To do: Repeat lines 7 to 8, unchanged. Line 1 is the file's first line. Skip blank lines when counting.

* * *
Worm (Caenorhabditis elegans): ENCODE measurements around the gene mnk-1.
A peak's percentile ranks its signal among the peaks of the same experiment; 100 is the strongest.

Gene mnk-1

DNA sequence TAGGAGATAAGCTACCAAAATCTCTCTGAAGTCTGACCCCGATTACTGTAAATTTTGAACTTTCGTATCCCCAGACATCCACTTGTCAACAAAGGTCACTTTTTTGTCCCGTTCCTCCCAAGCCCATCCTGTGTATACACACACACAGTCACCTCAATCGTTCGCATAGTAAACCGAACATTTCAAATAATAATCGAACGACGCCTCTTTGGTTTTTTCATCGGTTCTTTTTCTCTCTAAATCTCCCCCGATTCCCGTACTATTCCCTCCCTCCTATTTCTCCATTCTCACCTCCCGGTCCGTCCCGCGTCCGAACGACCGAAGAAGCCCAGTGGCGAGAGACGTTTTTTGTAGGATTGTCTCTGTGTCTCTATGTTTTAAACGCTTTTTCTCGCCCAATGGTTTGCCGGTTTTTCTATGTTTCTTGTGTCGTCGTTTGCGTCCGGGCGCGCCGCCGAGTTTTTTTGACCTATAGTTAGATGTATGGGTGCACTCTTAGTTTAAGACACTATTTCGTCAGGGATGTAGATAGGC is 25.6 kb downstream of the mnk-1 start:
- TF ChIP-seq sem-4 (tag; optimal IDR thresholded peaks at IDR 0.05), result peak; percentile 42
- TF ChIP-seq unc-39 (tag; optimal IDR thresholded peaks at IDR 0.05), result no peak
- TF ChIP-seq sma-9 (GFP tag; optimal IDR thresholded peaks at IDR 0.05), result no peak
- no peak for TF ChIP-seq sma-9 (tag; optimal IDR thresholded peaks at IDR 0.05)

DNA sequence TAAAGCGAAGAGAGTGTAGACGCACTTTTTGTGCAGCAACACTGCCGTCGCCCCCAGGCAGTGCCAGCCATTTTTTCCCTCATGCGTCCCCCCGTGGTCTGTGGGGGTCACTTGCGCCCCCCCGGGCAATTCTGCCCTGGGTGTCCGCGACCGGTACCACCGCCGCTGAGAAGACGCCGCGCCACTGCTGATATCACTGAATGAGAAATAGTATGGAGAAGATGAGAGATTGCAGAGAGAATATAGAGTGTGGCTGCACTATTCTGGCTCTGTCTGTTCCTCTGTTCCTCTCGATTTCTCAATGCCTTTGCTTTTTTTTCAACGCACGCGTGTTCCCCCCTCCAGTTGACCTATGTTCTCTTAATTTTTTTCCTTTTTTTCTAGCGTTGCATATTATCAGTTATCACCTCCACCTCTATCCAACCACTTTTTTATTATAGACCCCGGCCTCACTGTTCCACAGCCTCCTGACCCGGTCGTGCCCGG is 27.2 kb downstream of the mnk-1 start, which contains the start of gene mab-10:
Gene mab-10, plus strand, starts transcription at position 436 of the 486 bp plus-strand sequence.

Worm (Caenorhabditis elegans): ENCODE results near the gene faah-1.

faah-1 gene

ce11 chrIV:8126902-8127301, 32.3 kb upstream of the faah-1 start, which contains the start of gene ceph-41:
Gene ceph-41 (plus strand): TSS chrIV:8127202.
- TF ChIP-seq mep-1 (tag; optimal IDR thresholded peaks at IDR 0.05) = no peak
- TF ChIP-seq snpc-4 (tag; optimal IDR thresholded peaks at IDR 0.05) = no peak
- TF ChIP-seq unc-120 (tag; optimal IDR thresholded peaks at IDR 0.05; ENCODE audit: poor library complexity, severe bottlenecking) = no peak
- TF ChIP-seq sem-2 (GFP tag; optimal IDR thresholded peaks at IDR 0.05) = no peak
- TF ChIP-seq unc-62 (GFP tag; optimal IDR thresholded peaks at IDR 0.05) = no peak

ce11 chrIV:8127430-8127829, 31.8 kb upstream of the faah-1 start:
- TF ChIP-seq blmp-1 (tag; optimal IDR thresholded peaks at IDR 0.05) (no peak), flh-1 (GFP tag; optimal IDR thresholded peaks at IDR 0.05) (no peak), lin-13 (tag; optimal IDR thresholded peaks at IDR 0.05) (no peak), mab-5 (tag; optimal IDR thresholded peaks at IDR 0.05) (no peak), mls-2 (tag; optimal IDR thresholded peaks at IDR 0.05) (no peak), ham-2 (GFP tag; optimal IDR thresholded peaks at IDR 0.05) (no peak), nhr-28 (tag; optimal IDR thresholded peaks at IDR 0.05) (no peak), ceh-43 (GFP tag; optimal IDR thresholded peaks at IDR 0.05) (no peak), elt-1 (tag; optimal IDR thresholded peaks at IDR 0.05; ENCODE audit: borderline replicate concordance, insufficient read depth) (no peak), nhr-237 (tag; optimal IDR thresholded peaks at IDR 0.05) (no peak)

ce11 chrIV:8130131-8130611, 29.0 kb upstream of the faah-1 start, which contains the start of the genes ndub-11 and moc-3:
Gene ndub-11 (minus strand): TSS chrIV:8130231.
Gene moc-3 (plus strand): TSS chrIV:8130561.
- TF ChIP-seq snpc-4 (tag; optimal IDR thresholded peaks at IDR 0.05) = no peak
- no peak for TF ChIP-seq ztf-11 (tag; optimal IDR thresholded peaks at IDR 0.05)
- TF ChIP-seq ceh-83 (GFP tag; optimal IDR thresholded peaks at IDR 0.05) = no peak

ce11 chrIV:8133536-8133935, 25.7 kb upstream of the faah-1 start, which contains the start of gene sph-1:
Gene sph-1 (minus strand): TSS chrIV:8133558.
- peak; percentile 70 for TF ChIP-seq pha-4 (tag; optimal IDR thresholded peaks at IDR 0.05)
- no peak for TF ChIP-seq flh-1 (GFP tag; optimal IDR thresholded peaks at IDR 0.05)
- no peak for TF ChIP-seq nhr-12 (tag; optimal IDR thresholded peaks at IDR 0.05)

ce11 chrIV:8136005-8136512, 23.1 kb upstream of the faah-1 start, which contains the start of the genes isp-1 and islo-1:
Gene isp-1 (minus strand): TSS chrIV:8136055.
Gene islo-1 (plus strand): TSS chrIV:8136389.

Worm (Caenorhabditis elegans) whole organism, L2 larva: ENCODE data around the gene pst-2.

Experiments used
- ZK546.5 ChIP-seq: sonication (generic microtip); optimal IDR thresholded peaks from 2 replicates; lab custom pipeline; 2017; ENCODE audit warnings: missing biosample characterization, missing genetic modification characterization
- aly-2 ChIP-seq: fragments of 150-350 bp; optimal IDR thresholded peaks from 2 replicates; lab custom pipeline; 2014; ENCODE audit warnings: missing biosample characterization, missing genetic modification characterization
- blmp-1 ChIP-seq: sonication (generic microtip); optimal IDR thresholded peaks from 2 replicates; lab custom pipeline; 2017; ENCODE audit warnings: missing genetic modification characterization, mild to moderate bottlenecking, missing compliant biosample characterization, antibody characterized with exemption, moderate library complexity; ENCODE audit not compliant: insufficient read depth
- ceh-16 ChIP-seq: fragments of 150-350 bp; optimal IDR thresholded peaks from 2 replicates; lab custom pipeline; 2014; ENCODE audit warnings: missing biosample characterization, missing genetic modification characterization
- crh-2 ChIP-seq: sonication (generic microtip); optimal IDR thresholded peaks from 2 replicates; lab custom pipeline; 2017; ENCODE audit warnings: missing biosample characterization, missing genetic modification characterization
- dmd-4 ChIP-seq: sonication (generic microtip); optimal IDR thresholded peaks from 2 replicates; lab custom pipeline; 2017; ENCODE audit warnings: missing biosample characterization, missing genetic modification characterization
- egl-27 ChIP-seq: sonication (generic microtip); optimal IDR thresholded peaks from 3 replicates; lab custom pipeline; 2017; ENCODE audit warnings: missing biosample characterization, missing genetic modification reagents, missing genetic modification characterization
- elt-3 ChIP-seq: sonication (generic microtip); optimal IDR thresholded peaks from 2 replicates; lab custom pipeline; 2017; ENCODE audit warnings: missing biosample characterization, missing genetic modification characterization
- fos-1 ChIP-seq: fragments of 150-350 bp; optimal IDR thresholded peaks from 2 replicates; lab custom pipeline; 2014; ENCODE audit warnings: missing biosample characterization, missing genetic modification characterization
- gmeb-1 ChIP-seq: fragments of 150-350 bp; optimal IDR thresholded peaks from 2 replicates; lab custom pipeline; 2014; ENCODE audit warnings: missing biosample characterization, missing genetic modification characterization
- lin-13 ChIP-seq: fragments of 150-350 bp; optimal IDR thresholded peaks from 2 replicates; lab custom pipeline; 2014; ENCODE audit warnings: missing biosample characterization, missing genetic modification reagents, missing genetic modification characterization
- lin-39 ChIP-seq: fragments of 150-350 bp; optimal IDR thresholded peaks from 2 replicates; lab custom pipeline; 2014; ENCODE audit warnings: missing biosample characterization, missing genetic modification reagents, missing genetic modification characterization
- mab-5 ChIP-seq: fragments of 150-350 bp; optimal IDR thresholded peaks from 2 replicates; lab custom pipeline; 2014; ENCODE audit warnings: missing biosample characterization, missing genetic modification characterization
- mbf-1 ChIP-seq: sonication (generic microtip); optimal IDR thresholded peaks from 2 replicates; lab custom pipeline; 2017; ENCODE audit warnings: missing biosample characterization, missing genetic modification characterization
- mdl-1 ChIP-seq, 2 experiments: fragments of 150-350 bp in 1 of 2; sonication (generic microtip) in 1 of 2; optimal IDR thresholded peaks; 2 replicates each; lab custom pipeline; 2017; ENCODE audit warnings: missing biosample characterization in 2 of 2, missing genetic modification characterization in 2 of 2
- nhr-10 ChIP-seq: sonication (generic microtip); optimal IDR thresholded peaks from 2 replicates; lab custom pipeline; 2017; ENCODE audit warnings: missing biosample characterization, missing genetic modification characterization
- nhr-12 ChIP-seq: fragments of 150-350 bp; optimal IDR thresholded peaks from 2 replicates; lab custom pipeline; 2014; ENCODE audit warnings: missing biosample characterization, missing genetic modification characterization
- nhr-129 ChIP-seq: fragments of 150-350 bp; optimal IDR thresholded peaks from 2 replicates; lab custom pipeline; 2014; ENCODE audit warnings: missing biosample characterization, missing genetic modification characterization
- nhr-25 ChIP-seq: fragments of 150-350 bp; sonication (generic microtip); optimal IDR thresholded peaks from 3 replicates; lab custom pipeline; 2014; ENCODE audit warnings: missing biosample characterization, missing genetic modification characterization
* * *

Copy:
- TF ChIP-seq sma-9 (GFP tag; optimal IDR thresholded peaks at IDR 0.05), result no peak
- no peak for TF ChIP-seq sma-9 (tag; optimal IDR thresholded peaks at IDR 0.05)